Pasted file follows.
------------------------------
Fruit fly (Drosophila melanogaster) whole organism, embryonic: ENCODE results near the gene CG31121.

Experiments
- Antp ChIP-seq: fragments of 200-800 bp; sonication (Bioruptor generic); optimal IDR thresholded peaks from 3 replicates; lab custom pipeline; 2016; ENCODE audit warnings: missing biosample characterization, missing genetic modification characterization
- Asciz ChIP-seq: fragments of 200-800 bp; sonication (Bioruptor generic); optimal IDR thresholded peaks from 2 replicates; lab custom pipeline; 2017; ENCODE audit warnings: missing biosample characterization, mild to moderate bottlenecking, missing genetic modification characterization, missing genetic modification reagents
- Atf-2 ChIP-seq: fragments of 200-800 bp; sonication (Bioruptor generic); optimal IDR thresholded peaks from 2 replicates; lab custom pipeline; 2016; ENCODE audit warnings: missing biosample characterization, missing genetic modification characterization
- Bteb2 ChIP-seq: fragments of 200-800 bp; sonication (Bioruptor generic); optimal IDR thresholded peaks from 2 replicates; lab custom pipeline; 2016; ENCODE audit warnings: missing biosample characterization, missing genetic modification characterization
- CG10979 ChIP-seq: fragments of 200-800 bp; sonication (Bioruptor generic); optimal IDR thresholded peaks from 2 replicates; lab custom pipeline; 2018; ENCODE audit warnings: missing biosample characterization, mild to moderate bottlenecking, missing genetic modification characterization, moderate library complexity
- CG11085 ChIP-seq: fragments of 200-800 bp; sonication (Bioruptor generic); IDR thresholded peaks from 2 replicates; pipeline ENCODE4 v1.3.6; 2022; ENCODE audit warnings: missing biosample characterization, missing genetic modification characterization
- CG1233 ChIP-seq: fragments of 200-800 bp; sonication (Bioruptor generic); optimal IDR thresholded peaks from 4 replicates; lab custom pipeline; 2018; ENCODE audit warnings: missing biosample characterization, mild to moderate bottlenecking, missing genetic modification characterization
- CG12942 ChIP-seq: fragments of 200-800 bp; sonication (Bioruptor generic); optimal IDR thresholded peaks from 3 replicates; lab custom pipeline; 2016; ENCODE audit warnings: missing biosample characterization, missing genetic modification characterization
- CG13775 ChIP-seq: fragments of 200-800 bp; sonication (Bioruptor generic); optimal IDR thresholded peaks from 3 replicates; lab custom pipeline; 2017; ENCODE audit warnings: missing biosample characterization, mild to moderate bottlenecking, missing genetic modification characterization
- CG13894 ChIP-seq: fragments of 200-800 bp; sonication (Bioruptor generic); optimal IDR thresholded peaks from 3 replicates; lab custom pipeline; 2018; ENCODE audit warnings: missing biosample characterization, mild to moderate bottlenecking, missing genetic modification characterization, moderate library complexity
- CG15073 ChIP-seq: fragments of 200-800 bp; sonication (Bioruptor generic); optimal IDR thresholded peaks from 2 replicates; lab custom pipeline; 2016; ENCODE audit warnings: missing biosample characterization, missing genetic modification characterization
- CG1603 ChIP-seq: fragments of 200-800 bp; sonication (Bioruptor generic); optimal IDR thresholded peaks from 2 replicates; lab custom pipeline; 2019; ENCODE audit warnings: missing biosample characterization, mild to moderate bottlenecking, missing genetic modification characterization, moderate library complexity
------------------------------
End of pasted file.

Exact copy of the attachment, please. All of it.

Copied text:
Fruit fly (Drosophila melanogaster) whole organism, embryonic: ENCODE results near the gene CG31121.

Experiments
- Antp ChIP-seq: fragments of 200-800 bp; sonication (Bioruptor generic); optimal IDR thresholded peaks from 3 replicates; lab custom pipeline; 2016; ENCODE audit warnings: missing biosample characterization, missing genetic modification characterization
- Asciz ChIP-seq: fragments of 200-800 bp; sonication (Bioruptor generic); optimal IDR thresholded peaks from 2 replicates; lab custom pipeline; 2017; ENCODE audit warnings: missing biosample characterization, mild to moderate bottlenecking, missing genetic modification characterization, missing genetic modification reagents
- Atf-2 ChIP-seq: fragments of 200-800 bp; sonication (Bioruptor generic); optimal IDR thresholded peaks from 2 replicates; lab custom pipeline; 2016; ENCODE audit warnings: missing biosample characterization, missing genetic modification characterization
- Bteb2 ChIP-seq: fragments of 200-800 bp; sonication (Bioruptor generic); optimal IDR thresholded peaks from 2 replicates; lab custom pipeline; 2016; ENCODE audit warnings: missing biosample characterization, missing genetic modification characterization
- CG10979 ChIP-seq: fragments of 200-800 bp; sonication (Bioruptor generic); optimal IDR thresholded peaks from 2 replicates; lab custom pipeline; 2018; ENCODE audit warnings: missing biosample characterization, mild to moderate bottlenecking, missing genetic modification characterization, moderate library complexity
- CG11085 ChIP-seq: fragments of 200-800 bp; sonication (Bioruptor generic); IDR thresholded peaks from 2 replicates; pipeline ENCODE4 v1.3.6; 2022; ENCODE audit warnings: missing biosample characterization, missing genetic modification characterization
- CG1233 ChIP-seq: fragments of 200-800 bp; sonication (Bioruptor generic); optimal IDR thresholded peaks from 4 replicates; lab custom pipeline; 2018; ENCODE audit warnings: missing biosample characterization, mild to moderate bottlenecking, missing genetic modification characterization
- CG12942 ChIP-seq: fragments of 200-800 bp; sonication (Bioruptor generic); optimal IDR thresholded peaks from 3 replicates; lab custom pipeline; 2016; ENCODE audit warnings: missing biosample characterization, missing genetic modification characterization
- CG13775 ChIP-seq: fragments of 200-800 bp; sonication (Bioruptor generic); optimal IDR thresholded peaks from 3 replicates; lab custom pipeline; 2017; ENCODE audit warnings: missing biosample characterization, mild to moderate bottlenecking, missing genetic modification characterization
- CG13894 ChIP-seq: fragments of 200-800 bp; sonication (Bioruptor generic); optimal IDR thresholded peaks from 3 replicates; lab custom pipeline; 2018; ENCODE audit warnings: missing biosample characterization, mild to moderate bottlenecking, missing genetic modification characterization, moderate library complexity
- CG15073 ChIP-seq: fragments of 200-800 bp; sonication (Bioruptor generic); optimal IDR thresholded peaks from 2 replicates; lab custom pipeline; 2016; ENCODE audit warnings: missing biosample characterization, missing genetic modification characterization
- CG1603 ChIP-seq: fragments of 200-800 bp; sonication (Bioruptor generic); optimal IDR thresholded peaks from 2 replicates; lab custom pipeline; 2019; ENCODE audit warnings: missing biosample characterization, mild to moderate bottlenecking, missing genetic modification characterization, moderate library complexity